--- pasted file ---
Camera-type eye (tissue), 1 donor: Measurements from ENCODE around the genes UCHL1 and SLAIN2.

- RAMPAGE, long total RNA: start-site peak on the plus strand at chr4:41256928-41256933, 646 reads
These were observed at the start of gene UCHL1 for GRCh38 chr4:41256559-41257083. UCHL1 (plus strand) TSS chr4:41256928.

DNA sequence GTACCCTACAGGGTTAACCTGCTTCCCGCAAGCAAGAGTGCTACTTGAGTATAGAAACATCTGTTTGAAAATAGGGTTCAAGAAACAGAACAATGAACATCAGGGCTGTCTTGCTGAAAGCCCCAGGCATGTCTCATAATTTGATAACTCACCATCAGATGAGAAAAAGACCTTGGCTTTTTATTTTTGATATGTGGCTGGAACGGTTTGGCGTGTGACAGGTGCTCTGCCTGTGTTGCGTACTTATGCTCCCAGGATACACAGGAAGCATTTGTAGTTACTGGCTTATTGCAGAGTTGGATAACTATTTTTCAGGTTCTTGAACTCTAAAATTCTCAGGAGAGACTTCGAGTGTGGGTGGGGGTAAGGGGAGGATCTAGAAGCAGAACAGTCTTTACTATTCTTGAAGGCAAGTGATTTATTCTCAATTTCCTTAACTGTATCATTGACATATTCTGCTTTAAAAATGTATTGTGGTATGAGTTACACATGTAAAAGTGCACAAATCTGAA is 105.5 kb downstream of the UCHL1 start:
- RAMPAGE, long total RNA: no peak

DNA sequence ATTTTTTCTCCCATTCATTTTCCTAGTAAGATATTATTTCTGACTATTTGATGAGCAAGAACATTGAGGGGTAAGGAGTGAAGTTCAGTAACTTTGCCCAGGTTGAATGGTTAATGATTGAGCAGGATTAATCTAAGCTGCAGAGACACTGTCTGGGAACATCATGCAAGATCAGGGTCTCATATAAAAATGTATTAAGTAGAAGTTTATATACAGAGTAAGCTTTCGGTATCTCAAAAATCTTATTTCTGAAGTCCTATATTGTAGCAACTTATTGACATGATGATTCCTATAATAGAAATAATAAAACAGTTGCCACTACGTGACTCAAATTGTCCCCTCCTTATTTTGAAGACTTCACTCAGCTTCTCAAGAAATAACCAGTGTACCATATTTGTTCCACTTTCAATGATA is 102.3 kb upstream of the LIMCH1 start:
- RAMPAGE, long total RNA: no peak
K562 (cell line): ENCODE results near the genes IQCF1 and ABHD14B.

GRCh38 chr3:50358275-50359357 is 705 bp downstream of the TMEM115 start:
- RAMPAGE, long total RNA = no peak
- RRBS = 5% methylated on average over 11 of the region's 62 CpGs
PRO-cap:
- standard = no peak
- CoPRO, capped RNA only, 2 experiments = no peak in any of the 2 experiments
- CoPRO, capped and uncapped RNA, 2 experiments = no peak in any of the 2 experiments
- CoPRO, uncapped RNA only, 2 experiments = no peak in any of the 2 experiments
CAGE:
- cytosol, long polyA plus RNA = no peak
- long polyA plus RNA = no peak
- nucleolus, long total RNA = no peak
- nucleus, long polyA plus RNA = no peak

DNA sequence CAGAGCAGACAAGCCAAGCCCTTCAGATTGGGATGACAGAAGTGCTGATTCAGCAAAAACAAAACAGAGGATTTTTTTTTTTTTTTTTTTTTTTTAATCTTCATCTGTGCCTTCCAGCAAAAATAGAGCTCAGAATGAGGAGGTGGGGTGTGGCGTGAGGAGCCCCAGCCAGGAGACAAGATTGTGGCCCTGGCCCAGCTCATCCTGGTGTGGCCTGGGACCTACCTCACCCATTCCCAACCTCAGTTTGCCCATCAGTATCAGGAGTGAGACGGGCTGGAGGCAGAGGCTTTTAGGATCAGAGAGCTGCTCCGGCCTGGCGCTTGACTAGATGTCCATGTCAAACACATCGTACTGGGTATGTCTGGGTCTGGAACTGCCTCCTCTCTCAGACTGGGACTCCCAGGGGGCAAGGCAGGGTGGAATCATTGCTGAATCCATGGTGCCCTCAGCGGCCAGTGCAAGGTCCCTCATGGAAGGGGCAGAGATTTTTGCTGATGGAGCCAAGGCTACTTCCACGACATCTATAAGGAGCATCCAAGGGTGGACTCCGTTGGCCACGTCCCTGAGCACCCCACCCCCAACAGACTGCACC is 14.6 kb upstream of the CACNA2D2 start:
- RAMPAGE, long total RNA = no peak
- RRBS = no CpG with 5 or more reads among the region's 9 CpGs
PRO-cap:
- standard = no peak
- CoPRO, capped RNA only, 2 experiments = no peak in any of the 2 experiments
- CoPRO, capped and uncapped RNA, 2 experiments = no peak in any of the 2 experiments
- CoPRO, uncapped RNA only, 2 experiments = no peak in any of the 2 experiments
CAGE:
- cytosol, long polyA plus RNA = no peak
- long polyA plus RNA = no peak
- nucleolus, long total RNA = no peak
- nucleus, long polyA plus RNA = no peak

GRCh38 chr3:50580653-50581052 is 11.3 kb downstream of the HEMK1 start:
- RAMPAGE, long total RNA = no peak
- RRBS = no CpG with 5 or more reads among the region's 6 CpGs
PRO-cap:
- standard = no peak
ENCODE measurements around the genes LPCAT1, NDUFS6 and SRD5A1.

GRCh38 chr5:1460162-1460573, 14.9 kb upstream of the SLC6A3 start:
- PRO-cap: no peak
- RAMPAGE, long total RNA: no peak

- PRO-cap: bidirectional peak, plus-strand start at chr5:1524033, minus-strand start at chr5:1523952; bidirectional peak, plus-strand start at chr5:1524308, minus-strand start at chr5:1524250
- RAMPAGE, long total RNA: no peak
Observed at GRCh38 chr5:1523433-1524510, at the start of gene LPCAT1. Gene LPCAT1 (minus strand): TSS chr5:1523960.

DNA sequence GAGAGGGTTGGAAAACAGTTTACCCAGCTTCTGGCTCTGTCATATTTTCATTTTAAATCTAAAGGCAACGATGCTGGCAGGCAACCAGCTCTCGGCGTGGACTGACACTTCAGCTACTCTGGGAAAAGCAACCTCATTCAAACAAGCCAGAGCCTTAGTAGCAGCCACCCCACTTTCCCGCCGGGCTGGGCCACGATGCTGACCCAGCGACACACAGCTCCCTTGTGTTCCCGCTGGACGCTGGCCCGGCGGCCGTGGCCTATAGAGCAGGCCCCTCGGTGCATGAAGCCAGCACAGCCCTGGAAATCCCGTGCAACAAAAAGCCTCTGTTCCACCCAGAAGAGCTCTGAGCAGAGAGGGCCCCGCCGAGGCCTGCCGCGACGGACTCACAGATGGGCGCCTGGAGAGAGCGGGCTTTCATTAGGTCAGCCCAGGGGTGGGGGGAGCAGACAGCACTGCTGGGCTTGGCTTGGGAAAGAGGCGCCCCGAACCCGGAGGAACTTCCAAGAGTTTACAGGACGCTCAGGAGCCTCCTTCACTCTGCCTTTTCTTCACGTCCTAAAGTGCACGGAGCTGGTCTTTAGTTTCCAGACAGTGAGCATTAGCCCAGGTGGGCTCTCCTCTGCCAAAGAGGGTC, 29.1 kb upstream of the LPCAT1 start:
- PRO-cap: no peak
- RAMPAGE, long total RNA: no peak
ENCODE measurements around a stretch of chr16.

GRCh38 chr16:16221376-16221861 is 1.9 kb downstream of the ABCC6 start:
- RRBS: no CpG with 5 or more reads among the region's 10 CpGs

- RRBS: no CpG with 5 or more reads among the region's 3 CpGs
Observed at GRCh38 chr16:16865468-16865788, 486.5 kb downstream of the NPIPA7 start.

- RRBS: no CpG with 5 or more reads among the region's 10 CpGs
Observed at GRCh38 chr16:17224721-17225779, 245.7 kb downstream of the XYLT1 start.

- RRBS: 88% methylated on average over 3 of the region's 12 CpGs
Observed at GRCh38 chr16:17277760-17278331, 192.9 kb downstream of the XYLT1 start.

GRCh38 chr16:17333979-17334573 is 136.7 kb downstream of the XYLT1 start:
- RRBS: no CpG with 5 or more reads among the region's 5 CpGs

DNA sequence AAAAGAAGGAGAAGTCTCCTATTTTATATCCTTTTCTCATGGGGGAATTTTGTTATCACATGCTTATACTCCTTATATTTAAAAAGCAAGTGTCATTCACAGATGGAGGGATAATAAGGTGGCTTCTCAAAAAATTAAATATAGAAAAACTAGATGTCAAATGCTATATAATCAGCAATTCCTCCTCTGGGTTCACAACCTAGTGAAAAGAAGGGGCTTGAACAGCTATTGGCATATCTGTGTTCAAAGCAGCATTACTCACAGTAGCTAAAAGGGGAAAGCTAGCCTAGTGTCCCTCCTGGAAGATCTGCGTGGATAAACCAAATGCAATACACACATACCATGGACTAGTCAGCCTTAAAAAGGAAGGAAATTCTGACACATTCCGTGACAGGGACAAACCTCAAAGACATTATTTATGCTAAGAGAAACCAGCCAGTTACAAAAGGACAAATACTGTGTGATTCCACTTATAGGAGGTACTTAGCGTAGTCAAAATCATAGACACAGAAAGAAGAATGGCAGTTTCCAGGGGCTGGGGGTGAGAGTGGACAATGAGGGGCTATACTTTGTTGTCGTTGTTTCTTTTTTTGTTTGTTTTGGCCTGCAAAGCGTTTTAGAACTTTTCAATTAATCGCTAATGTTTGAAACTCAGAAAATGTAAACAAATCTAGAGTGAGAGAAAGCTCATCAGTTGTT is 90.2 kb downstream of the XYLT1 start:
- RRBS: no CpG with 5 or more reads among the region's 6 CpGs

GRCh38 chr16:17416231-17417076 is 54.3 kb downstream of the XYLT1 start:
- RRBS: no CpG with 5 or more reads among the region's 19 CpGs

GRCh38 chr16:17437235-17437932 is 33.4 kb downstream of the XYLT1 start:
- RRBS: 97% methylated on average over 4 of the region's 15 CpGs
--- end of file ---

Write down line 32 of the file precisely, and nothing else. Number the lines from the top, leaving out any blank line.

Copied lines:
- long polyA plus RNA = no peak